The Rat Terrier breed has always fascinated Man. It can be described as a potent concoction of brains, brawn and beauty. The Rat Terrier is known for its agility and sweet disposition, its ability to hunt down small game, and its laid back attitude when it comes to staying indoors.
Here is a list of things you may want to learn about that tiny terror called Rat Terrier:
In Harper Lee's "To Kill a Mockingbird," (1960) there was a brief paragraph mentioning a Rat Terrier.
Ever wonder why you can't seem to Rat Terrier proof your backyard or your fenced yard? Rat Terriers are avid diggers, and they are small enough to squeeze through loose soil under the fence.
In the 1978 movie "The Great Train Robbery," Hollywood superstar Sean Connery attended a rat baiting match in which the film featured a Rat Terrier. It was a brief side note on how to best accomplish this archaic task of vermin eradication, one rat at a time.
Depending upon conflicting historical accounts, the Rat Terrier breed has been in existence as early as the 1820s or as the late as the 1890s, and yet it was only officially recognized as a separate breed from the other terriers in 1999.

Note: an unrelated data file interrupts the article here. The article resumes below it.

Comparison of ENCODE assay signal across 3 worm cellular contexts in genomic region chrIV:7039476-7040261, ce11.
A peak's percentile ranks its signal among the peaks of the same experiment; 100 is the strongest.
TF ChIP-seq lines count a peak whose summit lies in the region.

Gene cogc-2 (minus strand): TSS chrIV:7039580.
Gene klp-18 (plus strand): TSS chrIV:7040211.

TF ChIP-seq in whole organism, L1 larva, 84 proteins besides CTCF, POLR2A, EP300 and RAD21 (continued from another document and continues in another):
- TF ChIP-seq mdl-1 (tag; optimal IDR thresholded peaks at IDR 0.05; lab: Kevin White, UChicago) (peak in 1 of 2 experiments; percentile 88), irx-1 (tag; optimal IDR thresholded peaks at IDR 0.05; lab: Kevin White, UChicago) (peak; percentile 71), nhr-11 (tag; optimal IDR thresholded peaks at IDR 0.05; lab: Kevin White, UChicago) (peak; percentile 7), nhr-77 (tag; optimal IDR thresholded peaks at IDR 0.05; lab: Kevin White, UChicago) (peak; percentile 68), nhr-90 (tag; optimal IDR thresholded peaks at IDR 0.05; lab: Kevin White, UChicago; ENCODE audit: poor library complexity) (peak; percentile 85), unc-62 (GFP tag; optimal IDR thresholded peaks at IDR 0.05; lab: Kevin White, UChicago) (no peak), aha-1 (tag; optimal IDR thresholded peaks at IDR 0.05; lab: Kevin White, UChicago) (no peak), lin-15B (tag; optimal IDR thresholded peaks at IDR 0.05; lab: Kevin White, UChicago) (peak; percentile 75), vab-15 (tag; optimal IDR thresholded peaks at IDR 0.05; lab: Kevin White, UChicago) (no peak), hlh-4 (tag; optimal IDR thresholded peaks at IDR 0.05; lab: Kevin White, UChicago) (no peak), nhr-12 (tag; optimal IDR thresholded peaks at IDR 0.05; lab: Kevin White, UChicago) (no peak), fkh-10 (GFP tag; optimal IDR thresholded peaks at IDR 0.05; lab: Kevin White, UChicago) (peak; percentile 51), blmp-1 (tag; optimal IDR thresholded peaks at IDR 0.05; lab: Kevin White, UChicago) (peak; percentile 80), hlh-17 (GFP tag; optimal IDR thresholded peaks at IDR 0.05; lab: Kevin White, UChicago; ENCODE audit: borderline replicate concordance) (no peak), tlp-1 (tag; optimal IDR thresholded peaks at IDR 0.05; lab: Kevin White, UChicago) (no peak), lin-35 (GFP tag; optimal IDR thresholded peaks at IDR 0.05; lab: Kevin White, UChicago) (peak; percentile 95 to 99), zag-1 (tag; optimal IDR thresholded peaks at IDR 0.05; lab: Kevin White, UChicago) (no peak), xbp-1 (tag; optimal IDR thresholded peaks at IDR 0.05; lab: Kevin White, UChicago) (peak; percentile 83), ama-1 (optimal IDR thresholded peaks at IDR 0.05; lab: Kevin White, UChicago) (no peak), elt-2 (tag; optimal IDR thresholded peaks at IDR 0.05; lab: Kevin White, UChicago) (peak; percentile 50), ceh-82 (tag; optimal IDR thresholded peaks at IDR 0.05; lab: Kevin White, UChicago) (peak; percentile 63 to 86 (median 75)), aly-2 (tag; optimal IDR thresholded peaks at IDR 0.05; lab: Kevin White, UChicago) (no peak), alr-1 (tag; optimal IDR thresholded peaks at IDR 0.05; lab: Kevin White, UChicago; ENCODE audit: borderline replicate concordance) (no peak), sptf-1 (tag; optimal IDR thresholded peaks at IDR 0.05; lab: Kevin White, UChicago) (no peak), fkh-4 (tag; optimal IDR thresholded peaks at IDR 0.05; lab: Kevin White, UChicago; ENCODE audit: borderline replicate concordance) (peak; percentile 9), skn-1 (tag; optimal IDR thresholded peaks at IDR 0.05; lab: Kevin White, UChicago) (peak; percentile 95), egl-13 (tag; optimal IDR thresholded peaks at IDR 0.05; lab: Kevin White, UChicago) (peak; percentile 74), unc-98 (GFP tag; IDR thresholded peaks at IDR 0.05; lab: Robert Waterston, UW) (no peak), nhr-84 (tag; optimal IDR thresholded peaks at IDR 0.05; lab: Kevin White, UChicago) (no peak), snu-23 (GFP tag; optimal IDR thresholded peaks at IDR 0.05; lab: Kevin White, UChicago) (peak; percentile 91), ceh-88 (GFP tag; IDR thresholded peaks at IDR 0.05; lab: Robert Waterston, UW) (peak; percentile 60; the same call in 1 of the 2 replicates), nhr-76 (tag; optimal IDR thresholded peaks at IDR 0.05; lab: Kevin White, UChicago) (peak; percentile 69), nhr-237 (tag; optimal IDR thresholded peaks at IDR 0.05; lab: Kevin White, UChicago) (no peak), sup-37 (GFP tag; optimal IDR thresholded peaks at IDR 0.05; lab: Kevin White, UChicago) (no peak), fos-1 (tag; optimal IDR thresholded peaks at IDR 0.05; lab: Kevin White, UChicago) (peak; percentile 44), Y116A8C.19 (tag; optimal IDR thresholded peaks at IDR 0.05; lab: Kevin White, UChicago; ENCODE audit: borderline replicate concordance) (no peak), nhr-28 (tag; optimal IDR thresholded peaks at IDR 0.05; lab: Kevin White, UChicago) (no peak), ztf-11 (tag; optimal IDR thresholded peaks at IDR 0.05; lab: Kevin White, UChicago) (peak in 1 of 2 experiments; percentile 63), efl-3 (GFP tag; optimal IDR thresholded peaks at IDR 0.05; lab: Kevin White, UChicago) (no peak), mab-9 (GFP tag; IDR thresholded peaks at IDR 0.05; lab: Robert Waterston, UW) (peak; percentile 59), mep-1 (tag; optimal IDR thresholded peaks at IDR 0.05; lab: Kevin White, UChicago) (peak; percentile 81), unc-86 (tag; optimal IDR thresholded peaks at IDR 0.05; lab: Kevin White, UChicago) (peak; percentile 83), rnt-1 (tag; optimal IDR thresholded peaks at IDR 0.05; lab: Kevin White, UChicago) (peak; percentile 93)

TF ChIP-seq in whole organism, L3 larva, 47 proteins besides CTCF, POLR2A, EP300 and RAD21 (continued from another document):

In 2004, a strain of hairless Rat Terrier was finally acknowledged as a separate breed by the United Kennel Club or UKC. It was called the American Hairless Terrier, and the entire breed came from one single Rat Terrier bitch suffering from a form of hairless mutation.
U.S. President Theodore Roosevelt has a Rat Terrier named after him. In 1999, a strain of the Rat Terrier breed, or more specifically the Type-B Rat Terrier was officially listed in the UKC as the Teddy Roosevelt Terrier.
In the 1900s, it was said that the Rat Terrier was the most common type of farm dog. Supposedly, one Rat Terrier was so adept at hunting down vermin that it killed 2,501 rats in a barn in just 7 hours.
A serious depletion in Rat Terrier population happened from the 1950s and after with the widespread use of chemical pesticides in farm areas. Some chemicals were detrimental to the health of the dogs. Other farmers on the other hand decided that chemical pesticides were more convenient than raising Rat Terriers.
Although affectionately treasured by farm owners, the earliest strain of Rat Terriers performed the very nasty job of hunting down vermin or large rats that ate the grains in the farm. A few of them were trained to hunt small game - not as a sport, but to help sustain the protein needs of the family the dog serves.
There are actually three sub-species of Rat Terriers that is measured according to height and weight: the Standard (h. 14-24 inches / w. 12 -35 lbs.); Mid-sized (h. 8-14 inches / w. 6-8 lbs.); and toy (h. 8 inches / w. 4-6 lbs.)